Cesareo Garasa

“Live music in general – jazz and otherwise – needs to offer something to audiences other than just the act of existing.”

S: Tell me about yourself. Where are you from?

CG: My name is Cesareo Garasa. I’m the main drummer for The Jay Smith Group for the last few years and I was also the co-producer on our last album, “Too Many Notes” (2015). I’m originally from Lancaster, CA but consider Bakersfield my hometown. I’ve played in many bands in the Central Valley and beyond, since 1989; most prominently with Mento Buru since 1991.

S: Did you study music? What was your major or emphasis? Do you plan to continue your career with music?

CG: I did study music and am a full-time drum instructor here in Bakersfield. I love my career in music and have no plans on leaving it.

S: What style of music do you play?

CG: Whatever style the gig requires.

S: Does music run in your family?

CG: Not really. My sister sings and plays music as well as DJs in the Bay Area but the two of us are the only immediate family, that I know of, that plays music.

S: Where do you draw your inspiration from in regards to playing and producing music?

CG: The inspiration comes from the songs themselves. The hope is that we can all reach and optimize every song’s potential. Reaching a mind-meld and not just carrying a musical dialogue with each other but the music feeling like another member of the band. If we succeed, the music blooms and transcends itself by hitting an emotional peak that will hopefully affect the listener as well as the musicians.

In terms of producing, the goal and inspiration is in getting the best possible representation of a where a song is trying to get to, both sonically and emotionally. It’s in trying to capture the ultimate representation, the big picture, of who the musicians are and what they had to say at the time. 

S: How long have you been performing music?

CG: Closing in on 30 years.

S: What projects are you currently involved in? 

CG: Mento Buru (Latin, reggae,ska, funk party band), The Iron Outlaws (punk, country, doo-wop), Vince Galindo & Country Deluxe (vintage country and western), Cholo Biafra (1970:1980s punk rock tribute), Crimson Skye (prog rock-influences neo-soul), Disco Sundae (disco and funk tribute) and You Got Petty (a Tom Petty tribute band that features Visalia’s own Kris Korsgaden).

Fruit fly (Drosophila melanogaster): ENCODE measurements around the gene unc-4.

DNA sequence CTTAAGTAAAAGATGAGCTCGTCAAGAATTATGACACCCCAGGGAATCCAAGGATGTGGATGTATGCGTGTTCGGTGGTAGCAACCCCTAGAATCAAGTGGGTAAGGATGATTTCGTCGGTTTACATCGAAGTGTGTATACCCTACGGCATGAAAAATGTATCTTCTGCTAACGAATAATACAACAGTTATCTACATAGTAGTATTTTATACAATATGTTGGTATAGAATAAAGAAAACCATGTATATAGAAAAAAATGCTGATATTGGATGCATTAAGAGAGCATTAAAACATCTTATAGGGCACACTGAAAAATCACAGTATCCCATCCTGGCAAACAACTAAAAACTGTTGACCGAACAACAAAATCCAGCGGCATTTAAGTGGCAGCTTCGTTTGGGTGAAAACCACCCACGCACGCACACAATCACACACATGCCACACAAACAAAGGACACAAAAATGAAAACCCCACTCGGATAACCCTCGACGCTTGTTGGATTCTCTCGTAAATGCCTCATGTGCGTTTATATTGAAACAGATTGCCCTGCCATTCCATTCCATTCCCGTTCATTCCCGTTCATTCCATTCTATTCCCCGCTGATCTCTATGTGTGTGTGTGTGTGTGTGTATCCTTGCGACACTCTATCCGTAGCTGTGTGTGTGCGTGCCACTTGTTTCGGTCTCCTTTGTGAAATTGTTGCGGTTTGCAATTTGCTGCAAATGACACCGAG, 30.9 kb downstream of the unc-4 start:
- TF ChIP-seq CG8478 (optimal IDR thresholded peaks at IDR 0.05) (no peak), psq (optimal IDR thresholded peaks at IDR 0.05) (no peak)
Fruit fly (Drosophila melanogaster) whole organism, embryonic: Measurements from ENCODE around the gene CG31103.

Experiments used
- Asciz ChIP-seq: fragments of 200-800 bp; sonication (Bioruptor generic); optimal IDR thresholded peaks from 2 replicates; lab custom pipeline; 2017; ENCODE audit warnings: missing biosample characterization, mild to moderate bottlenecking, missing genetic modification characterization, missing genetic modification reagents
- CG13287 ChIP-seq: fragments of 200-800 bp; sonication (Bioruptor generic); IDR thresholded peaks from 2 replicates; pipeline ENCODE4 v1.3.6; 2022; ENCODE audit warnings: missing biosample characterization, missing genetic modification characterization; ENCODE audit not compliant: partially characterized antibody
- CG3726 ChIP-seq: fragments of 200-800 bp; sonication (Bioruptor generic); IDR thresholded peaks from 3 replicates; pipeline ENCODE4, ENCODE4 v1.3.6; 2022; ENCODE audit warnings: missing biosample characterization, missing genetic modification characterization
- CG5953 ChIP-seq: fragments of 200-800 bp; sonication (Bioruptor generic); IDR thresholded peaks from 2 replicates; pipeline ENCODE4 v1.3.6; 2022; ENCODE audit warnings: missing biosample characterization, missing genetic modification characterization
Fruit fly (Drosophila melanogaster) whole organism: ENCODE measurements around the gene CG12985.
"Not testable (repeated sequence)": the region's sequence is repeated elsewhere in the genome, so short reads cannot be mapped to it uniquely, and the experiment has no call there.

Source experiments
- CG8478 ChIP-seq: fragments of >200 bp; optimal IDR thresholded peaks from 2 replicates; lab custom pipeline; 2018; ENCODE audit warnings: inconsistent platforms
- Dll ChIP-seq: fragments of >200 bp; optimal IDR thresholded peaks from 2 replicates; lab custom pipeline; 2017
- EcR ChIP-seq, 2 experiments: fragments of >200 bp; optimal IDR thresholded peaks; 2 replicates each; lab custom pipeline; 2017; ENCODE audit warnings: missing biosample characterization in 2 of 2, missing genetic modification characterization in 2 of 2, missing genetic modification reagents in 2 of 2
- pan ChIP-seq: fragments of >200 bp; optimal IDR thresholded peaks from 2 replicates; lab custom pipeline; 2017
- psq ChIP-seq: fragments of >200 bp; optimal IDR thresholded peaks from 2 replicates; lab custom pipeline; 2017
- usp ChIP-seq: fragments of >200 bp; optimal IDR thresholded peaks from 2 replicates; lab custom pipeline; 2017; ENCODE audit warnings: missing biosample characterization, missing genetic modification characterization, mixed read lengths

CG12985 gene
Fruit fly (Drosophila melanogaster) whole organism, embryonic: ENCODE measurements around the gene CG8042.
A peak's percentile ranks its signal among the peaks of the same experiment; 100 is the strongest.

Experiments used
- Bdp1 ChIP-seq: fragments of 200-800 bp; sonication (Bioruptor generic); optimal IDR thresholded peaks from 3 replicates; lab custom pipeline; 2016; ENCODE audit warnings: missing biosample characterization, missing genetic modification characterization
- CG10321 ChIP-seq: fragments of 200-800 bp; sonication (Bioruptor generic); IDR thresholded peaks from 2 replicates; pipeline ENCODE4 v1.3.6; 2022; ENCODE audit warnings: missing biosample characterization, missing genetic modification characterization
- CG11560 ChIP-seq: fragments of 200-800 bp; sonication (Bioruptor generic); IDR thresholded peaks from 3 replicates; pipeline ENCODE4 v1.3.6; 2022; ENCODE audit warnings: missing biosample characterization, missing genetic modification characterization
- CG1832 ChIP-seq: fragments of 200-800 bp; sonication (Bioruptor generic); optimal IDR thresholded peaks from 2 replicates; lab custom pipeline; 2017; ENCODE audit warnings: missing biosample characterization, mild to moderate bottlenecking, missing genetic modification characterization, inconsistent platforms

S: What do you think is the status of jazz today? What do you think is the status of jazz in the Central Valley?

CG: It’s no different than most other genres: it’s all about having something that audiences want to hear you say. You could have the most brilliant musicians playing together that will never find themselves clicking with audiences. And you can also have three musicians barely out of the garage that change lives.

It’s in the doing and it’s in the chemistry that makes that alchemy happen. It’s tough competing for people’s shortened attention spans but not impossible. I never try to second-guess what the public wants because I’ve proven myself wrong too many times. 

Live music in general – jazz and otherwise – needs to offer something to audiences other than just the act of existing. Something to merit the enthusiasm and urgency needed for people to get their faces off their phones, off their couches, in their cars driving through construction and touchy weather to go to venues that might be optimal or not… to listen.

S: What do you think is the future of jazz?

CG: A greater inclusion of gospel music and esoteric harmonic complexity, neither being necessarily exclusive to each other. Personally, I’d like to hear a resurgence of sonic textures and mood more than muscular displays of skill and ability. The death of the nonsense ideal that choosing to say less is because you lack something to say.

Interview by Stephanie Barraza